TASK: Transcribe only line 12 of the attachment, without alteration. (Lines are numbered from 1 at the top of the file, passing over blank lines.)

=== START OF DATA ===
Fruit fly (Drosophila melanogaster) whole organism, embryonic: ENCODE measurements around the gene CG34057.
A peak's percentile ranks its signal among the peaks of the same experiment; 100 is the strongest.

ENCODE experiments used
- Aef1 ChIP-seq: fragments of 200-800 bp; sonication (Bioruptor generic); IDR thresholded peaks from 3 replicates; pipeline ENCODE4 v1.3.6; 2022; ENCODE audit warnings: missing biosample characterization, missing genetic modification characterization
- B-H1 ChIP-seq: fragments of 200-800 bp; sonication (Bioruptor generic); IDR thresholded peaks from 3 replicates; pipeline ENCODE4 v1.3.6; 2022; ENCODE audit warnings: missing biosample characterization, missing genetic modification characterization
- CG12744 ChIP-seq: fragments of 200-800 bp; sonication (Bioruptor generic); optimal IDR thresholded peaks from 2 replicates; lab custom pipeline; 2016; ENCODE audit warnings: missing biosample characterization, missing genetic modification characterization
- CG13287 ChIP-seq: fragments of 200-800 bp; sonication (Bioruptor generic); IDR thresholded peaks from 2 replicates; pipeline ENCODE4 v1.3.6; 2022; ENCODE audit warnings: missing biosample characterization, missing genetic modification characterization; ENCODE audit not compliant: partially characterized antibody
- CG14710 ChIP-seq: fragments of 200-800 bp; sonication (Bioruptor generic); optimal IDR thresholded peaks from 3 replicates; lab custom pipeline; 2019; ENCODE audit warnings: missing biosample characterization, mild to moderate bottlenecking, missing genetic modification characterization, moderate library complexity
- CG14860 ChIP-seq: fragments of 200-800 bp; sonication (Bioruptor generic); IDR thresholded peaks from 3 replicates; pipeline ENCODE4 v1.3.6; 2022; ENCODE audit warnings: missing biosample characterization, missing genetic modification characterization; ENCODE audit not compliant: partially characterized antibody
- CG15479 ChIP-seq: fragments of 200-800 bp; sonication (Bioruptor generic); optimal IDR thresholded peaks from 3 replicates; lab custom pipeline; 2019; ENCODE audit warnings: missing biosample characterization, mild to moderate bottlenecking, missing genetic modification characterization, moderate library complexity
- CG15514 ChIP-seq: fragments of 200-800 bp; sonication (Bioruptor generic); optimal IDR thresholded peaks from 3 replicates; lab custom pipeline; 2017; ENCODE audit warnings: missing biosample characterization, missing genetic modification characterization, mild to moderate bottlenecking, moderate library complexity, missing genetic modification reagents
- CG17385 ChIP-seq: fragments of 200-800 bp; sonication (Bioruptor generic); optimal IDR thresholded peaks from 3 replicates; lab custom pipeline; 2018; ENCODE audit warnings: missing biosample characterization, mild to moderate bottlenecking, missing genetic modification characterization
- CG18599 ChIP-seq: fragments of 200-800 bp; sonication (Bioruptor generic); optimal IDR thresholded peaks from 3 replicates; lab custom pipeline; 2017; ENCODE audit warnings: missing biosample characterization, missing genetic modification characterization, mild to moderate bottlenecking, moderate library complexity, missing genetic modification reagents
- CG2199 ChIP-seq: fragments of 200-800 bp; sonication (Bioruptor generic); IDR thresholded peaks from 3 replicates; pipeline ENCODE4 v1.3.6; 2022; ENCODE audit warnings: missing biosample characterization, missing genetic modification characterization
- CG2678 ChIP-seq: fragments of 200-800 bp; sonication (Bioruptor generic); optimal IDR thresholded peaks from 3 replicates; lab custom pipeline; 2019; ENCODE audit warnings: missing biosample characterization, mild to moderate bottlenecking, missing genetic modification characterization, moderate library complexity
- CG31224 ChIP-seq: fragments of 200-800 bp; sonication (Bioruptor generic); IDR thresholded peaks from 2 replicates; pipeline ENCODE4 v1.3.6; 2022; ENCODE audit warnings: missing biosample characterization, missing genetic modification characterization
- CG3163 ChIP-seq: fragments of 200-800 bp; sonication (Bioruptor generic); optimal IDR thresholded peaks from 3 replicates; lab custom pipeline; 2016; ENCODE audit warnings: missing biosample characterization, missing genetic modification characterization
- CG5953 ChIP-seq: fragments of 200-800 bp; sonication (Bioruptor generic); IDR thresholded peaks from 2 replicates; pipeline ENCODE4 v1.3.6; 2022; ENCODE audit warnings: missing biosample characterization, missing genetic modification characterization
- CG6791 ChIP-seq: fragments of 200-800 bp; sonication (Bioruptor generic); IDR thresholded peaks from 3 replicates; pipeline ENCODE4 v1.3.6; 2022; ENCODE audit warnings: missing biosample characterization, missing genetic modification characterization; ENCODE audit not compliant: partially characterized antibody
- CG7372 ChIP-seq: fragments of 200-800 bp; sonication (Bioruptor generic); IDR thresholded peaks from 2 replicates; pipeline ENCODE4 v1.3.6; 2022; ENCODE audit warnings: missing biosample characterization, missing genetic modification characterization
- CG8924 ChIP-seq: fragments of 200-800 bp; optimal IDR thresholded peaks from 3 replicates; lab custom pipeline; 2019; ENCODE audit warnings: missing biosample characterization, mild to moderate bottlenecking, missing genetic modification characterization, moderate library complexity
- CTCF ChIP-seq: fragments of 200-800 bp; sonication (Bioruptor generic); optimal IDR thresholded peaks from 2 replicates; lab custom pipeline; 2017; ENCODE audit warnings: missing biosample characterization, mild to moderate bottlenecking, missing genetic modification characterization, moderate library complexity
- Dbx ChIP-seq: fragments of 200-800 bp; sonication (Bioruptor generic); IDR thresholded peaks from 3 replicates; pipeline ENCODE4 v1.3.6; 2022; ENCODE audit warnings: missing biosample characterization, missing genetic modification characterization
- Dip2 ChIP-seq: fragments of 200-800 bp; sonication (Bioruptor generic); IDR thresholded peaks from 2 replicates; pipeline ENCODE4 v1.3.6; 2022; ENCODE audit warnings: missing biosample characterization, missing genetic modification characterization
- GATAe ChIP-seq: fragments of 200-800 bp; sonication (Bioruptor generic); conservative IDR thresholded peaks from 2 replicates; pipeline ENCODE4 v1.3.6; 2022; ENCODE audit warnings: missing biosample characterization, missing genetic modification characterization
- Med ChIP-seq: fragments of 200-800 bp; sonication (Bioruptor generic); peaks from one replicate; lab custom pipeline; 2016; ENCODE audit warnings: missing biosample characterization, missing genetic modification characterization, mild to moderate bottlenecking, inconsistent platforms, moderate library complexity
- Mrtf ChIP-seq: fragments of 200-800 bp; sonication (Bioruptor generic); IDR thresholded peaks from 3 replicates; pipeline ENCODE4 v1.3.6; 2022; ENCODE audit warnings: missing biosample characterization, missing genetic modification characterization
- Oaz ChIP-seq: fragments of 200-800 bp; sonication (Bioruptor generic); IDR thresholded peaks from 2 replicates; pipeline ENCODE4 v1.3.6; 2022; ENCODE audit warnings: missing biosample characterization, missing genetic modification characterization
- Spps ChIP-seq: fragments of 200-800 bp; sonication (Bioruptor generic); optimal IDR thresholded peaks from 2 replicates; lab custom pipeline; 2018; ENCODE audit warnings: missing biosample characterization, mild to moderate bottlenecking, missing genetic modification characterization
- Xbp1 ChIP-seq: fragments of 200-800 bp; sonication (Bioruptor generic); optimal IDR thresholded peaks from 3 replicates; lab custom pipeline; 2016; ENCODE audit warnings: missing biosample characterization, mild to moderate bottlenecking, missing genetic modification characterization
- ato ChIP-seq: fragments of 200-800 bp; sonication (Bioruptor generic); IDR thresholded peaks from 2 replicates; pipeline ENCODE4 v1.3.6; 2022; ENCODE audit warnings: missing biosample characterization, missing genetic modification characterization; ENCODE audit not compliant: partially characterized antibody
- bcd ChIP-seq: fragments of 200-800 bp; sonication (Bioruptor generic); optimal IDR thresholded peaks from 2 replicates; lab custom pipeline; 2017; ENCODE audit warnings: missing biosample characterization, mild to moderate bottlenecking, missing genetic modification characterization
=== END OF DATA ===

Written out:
- CG17385 ChIP-seq: fragments of 200-800 bp; sonication (Bioruptor generic); optimal IDR thresholded peaks from 3 replicates; lab custom pipeline; 2018; ENCODE audit warnings: missing biosample characterization, mild to moderate bottlenecking, missing genetic modification characterization